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CHAPTER XIV Borrow and The Bible Society
 That George Borrow should have become an agent for the Bible Society, then in the third decade of its flourishing career, has naturally excited doubts as to his moral honesty.  The position was truly a contrast to an earlier ideal contained in the letter to his Norwich friend, Roger Kerrison, that we have already given, in which, with all the zest1 of a Shelley, he declares that he intends to live in London, “write plays, poetry, etc., abuse religion, and get myself prosecuted2.”  But that was in 1824, and Borrow had suffered great tribulation3 in the intervening eight years.  He had acquired many languages, wandered far and written much, all too little of which had found a publisher.  There was plenty of time for his religious outlook to have changed in the interval4, and in any case Borrow was no theologian.  The negative outlook of “Godless Billy Taylor,” and the positive outlook of certain Evangelical friends with whom he was now on visiting terms, were of small account compared with the imperative5 need of making a living—and then there was the passionate6 longing7 of his nature for a wider sphere—for travelling activity which should not be dependent alone upon the vagabond’s crust.  What matter if, as Harriet Martineau—most generous and also most malicious8 of women, with much kinship with Borrow in temperament—said, that his appearance before the public as a devout9 agent of the Bible Society excited a “burst of laughter from all who remembered the old Norwich days”; what matter if another “scribbling woman,” as Carlyle called such strident female writers as were in vogue10 in mid-Victorian days—Frances Power Cobbe—thought him “insincere”; these were unable to comprehend the abnormal heart of Borrow, so entirely11 at one with Goethe in Wilhelm Meister’s Wanderjahre:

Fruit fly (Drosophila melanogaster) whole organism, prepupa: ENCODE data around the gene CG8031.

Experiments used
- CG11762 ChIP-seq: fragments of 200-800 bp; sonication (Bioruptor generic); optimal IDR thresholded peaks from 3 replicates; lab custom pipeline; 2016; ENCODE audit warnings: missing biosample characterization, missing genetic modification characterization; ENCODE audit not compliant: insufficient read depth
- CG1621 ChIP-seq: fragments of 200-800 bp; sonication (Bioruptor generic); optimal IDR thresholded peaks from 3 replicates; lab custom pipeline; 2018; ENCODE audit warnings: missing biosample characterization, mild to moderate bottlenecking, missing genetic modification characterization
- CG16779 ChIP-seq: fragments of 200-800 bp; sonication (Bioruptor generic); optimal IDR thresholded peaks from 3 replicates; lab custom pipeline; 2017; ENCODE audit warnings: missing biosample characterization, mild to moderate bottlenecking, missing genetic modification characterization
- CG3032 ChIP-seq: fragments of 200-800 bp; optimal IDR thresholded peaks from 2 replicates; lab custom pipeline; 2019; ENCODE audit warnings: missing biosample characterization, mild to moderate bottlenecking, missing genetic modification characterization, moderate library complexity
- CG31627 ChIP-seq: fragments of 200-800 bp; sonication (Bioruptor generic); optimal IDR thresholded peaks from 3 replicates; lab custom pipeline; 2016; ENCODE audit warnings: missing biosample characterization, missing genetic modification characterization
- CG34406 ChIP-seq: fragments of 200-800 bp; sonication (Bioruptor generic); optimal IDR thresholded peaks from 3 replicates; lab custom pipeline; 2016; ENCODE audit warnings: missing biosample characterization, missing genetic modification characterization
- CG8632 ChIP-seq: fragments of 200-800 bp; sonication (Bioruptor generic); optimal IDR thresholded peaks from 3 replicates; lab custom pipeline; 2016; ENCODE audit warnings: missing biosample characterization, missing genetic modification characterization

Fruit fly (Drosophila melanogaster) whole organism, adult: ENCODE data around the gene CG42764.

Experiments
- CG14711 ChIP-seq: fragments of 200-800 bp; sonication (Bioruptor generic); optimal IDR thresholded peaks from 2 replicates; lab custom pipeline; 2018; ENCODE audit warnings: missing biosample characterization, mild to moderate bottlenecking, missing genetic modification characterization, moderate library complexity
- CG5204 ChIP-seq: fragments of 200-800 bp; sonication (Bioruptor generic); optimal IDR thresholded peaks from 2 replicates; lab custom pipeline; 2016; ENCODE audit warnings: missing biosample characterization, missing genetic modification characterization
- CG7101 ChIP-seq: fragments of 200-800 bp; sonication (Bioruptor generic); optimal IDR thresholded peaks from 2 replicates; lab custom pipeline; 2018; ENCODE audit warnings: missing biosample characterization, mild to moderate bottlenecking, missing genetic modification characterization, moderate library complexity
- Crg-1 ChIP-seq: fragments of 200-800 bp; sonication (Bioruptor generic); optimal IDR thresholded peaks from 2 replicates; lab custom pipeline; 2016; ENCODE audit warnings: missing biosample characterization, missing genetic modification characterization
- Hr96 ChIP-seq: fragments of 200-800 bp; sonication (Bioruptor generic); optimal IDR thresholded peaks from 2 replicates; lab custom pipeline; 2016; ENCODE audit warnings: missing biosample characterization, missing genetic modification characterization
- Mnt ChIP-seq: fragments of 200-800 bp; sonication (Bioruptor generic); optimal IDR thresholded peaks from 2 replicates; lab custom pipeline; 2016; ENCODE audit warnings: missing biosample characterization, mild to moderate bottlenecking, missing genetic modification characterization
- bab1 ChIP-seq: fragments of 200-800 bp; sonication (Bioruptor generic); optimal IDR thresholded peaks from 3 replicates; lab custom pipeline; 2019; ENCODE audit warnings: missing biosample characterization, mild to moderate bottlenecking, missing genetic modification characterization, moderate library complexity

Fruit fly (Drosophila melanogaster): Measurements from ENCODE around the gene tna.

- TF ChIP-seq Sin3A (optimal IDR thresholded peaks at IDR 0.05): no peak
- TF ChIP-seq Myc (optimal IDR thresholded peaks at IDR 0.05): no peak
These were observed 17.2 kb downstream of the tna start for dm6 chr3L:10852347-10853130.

p. 91Bleibe nicht am Boden heften,
Frisch gewagt und frisch hinaus!
Kopf und Arm, mit heitern Kräften,
Ueberall sind sie zu Haus;
Wo wir uns der Sonne freuen,
Sind wir jede Sorge los;
Dass wir uns in ihr zerstreuen,
Darum ist die Welt so gross. [91a]
Here was Borrow’s opportunity indeed.  Verily I believe that it would have been the same had it been a society for the propagation of the writings of Defoe among the Persians.  With what zest would Borrow have undertaken to translate Moll Flanders and Captain Singleton into the languages of Hafiz and Omar!  But the Bible Society was ready to his hand, and Borrow did nothing by halves.  A good hater and a staunch friend, he was loyal to the Bible Society in no half-hearted way, and not the most pronounced quarrel with forces obviously quite out of tune12 with his nature led to any real slackening of that loyalty13.  In the end a portion of his property went to swell14 the Bible Society’s funds. [91b]